Today we brought Andrew the photo album we made filled with pictures of our immediate families. During the morning we had wandered around the grounds a bit following Andrew and trying to find something that he was interested in doing. At one point he saw some lilac flowers in a tree and began to point at them. Jen asked our interpreter to ask him if he wanted Mommy to help him reach it and he said yes. So, she got to pick him up and hold him while they picked the lilac. He was smiling the whole time.
At one point Aaron sat on the ground and asked Andrew to come sit near him to see what was in the red backpack today. At first we showed him a small plastic container of dinosaurs. After asking politely he tore the container open, dumped out all the dinosaurs and then began to play with the container! Well, its a good thing we had those dinosaurs. Otherwise what else would we have had to pour out of the plastic bucket and put back in again!
After losing interest in the plastic dinosaurs, Andrew again went for the backpack. He asked for the puzzles and Aaron invited him to sit on his lap. He did so without hesitation and sat there as we went through a couple of them.
As soon as we noticed him getting bored, Aaron reached for the photo album. Andrew frantically reached to open it and as the first page fell open he became perfectly still. Aaron began to point out each person, "Mommy, Daddy, sister, brother" We had taken a picture of us with Andrew on our first day together and our translator had it printed out for us. Andrew's face lit up with a grin as we turned to see his picture with us in the album.
For the rest of our time together that morning and then later that afternoon, he would not let that album out of his sight.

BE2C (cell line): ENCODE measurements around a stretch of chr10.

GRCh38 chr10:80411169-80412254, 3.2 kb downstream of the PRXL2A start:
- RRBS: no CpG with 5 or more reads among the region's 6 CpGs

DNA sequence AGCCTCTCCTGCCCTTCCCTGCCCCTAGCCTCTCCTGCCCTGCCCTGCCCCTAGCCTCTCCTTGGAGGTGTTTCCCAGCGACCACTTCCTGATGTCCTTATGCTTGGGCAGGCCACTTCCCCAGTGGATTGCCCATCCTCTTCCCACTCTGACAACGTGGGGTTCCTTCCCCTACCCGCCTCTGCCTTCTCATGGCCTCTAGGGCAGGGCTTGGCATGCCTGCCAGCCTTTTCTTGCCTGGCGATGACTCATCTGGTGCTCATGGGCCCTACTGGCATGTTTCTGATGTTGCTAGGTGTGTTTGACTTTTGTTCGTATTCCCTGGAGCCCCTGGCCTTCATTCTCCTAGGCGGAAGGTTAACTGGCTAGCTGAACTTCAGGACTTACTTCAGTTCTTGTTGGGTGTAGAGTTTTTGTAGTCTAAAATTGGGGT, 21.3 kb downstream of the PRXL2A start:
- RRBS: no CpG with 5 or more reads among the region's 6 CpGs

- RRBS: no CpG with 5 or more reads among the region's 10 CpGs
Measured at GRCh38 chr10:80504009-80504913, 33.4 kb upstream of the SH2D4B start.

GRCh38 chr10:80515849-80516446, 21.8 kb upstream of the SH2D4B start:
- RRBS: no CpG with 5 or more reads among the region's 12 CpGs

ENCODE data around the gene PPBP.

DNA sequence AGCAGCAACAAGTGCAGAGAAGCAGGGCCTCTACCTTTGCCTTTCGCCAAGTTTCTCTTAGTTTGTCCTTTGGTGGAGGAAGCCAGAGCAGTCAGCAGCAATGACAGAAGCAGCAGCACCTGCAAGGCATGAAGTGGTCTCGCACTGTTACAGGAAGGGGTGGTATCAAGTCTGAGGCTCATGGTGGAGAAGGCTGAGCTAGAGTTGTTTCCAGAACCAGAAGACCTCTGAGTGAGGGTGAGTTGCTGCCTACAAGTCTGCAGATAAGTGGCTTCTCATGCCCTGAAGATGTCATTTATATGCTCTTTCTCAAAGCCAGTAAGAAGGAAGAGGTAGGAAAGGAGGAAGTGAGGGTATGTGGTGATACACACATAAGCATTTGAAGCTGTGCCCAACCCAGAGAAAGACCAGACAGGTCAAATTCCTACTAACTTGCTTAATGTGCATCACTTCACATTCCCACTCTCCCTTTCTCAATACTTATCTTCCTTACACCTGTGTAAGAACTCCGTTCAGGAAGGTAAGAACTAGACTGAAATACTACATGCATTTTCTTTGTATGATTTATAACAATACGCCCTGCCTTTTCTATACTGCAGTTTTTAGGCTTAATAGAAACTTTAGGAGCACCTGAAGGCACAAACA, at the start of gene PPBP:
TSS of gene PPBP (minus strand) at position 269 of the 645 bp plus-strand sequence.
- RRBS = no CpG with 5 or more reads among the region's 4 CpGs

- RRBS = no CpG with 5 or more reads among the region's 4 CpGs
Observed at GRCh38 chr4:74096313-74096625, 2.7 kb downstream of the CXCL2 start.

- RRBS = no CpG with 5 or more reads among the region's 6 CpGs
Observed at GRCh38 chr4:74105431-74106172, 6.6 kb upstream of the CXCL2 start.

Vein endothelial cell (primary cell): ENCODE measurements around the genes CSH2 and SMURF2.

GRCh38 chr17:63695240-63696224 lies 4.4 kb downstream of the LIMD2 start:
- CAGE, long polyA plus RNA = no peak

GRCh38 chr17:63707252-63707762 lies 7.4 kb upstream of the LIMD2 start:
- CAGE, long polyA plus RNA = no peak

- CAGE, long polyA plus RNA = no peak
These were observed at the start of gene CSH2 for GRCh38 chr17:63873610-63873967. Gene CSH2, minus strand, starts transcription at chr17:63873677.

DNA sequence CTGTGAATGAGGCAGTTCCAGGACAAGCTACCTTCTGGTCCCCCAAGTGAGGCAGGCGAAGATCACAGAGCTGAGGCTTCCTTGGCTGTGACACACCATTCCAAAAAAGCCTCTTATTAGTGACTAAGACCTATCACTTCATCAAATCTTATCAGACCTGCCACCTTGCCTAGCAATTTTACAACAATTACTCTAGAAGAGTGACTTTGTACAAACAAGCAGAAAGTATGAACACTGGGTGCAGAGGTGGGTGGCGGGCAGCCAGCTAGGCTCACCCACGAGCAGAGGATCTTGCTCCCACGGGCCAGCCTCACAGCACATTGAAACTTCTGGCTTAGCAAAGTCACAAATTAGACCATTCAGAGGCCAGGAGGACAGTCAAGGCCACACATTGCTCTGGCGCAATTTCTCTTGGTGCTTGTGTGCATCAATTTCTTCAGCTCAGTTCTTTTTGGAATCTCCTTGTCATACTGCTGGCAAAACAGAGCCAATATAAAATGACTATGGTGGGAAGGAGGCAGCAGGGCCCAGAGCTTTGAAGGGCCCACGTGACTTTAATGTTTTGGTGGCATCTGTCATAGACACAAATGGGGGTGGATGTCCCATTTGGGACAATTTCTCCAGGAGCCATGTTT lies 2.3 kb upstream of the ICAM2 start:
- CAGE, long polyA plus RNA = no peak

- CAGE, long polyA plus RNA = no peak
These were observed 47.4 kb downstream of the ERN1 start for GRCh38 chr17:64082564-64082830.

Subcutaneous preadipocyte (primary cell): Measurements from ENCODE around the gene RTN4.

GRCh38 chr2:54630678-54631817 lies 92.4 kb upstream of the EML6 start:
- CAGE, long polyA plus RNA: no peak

When we returned after lunch we showed the album to the orphanage doctor. She was delighted to know more about the family she would be giving Andrew to. She also was very impressed that we had printed out the Bulgarian words of our family members and taped them alongside of the pictures. As she finished Andrew came around the corner and saw the book. He ran towards the doctor and pulling him up next to her she began to "read" the pictures to him.
The afternoon we played different games with Andrew. Other children were playing nearby but everyone recognized the importance of the three of us having as much time as possible together. So we were a little more on top of his wandering on a whim. At one point he began to throw a tantrum, but Jen scooped him in her arms and began to run around the yard with him. Andrew laughing and giggling the entire time. Distractions work well with him for now.
Our very last moment of the day he had another tantrum and Jen was just able to simply hold him until he was able to ask politely. While she was holding him she just kept repeating "Obiechem te" (I love you). The tantrums may sound like an awful experience, but first of all they weren't that bad, and second, they were major bonding moments, as godly discipline always is.
When we left today he gave us hugs and kisses again. We said obicham te (I love you) as usual and his nurse told him to say it to us like usual. This time he actually did tell us he loved us for the first time. He blew kisses at us like he does everytime we leave and he always looks back one more time and blows one more kiss.
We are so excited because our agency told us we need to take him to get pictures made for the next steps in the process, so we get to take him with one of the orphanage staff out of the orphanage gates again. We may walk or take a taxi, so it will be another time to bond with him as we explore the city.
On a side note. Many women here, especially older women) have blue, red, or purple hair (we're talking really crazy colors) and we've been told it's not on purpose. Obviously there is a problem, maybe with the hair dye?